Google is expected to counter the upcoming Microsoft Surface tablets with one of its own today.
Tablets running Google's Android mobile operating system will carry the Nexus name and take center stage at Google I/O, the company's annual developers conference, held here this week.
Both Google and Microsoft are taking a page from Apple and its dominant iPad -- dictating hardware and software design. The 7-inch Google-Asus tablets, which will be the first of their kind from the Internet giant, will be built by Quanta Computer, says DisplaySearch analyst Richard Shim. They are expected to cost $200 to $250, going head-to-head with Amazon's $199 Kindle Fire, says Tom Mainelli, an analyst for technology researcher IDC.
The Google tablets arrive amid a stampede of tablet advances from Apple, Amazon and Microsoft.
"It's Google trying to show the hardware guys, 'Now, this is how you should make a tablet,'" says Mainelli. "For Google, it's been one failed tablet after another." Google declined to comment on the Asus tablet.
Sales of Android tablets have suffered because hardware makers and mobile carriers vary widely in how often and well they deliver software updates, Mainelli says. Also, he says, developer interest in Android apps for tablets is lagging.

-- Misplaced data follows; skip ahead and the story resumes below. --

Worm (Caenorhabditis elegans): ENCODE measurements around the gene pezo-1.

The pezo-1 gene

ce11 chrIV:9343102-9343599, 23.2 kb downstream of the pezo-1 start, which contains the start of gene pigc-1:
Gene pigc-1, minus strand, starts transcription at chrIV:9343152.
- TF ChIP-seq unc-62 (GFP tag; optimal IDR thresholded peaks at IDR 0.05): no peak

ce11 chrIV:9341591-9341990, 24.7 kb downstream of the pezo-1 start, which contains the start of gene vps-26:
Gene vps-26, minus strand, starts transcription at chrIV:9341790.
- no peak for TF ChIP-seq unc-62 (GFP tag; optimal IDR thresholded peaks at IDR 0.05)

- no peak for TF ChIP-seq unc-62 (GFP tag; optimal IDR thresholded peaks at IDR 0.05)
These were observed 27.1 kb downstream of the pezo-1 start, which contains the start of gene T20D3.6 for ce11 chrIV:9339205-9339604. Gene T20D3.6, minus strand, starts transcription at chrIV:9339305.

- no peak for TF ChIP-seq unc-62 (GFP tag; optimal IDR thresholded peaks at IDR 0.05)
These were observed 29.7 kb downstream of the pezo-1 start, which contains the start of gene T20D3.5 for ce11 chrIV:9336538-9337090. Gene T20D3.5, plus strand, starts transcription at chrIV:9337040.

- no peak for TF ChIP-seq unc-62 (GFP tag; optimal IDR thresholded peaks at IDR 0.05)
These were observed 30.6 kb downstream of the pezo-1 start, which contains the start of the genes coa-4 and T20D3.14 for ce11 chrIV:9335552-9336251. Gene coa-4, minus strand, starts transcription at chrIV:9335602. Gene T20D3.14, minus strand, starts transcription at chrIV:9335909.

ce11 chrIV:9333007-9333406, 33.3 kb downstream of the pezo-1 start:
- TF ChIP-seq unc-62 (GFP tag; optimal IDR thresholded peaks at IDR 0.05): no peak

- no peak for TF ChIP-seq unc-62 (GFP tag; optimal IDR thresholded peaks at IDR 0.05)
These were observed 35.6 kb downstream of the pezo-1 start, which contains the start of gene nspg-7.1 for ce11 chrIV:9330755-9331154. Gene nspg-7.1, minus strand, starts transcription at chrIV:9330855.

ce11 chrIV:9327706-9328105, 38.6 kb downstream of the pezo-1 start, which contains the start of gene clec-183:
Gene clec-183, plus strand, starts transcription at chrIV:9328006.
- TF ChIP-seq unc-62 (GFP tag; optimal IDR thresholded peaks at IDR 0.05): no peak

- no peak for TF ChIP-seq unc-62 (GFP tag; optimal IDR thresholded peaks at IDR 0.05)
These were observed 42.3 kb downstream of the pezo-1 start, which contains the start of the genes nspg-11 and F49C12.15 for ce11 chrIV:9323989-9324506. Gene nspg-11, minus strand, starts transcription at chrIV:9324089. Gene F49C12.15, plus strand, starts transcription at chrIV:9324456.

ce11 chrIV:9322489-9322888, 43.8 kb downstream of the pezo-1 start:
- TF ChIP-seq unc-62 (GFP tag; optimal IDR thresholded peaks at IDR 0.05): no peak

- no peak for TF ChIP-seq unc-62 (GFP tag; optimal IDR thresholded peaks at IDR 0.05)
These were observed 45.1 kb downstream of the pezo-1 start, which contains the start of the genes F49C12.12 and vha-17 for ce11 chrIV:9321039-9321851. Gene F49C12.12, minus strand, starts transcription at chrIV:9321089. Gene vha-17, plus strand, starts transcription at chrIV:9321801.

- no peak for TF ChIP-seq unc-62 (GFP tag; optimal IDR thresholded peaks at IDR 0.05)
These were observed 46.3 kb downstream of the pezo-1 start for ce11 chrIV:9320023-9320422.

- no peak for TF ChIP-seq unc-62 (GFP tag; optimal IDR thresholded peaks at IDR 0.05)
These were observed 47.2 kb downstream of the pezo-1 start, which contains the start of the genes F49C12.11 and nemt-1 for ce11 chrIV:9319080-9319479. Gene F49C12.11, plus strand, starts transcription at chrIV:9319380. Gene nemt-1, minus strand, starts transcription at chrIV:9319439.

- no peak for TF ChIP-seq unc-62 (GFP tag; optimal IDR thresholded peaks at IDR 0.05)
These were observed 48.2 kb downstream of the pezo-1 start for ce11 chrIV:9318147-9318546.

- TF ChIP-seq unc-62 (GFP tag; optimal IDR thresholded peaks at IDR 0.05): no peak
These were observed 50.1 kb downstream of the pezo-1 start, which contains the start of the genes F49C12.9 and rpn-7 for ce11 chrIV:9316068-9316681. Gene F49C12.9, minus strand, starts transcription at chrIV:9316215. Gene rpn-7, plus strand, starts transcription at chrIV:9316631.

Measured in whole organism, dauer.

A Google I/O tablet push could be just the software cheerleading fix needed to rally developers.
"The idea would be to put out a tablet to prove skeptics wrong and to reignite interest in Android devices," says Forrester analyst Frank Gillett. That's especially critical now ahead of Microsoft's fall release of Windows 8 and tablets that will run it.
Google "will do something very similar to what Microsoft did," says IDC analyst Al Hilwa. "They'll do something to showcase what's possible on Android."
The Google I/O event will also be the unveiling of the latest advances for Google TV, the Chrome Web browser, Maps, the Google+ social network and Google's cloud-based services.
Speculation is running high that Google might launch a voice assistant similar to Apple's Siri, unveil a music-streaming device for the home, and give a glimpse of Project Glass, its technology to feed digital information to eyeglasses. Google is also expected to discuss its next version of Android, dubbed Jelly Bean.
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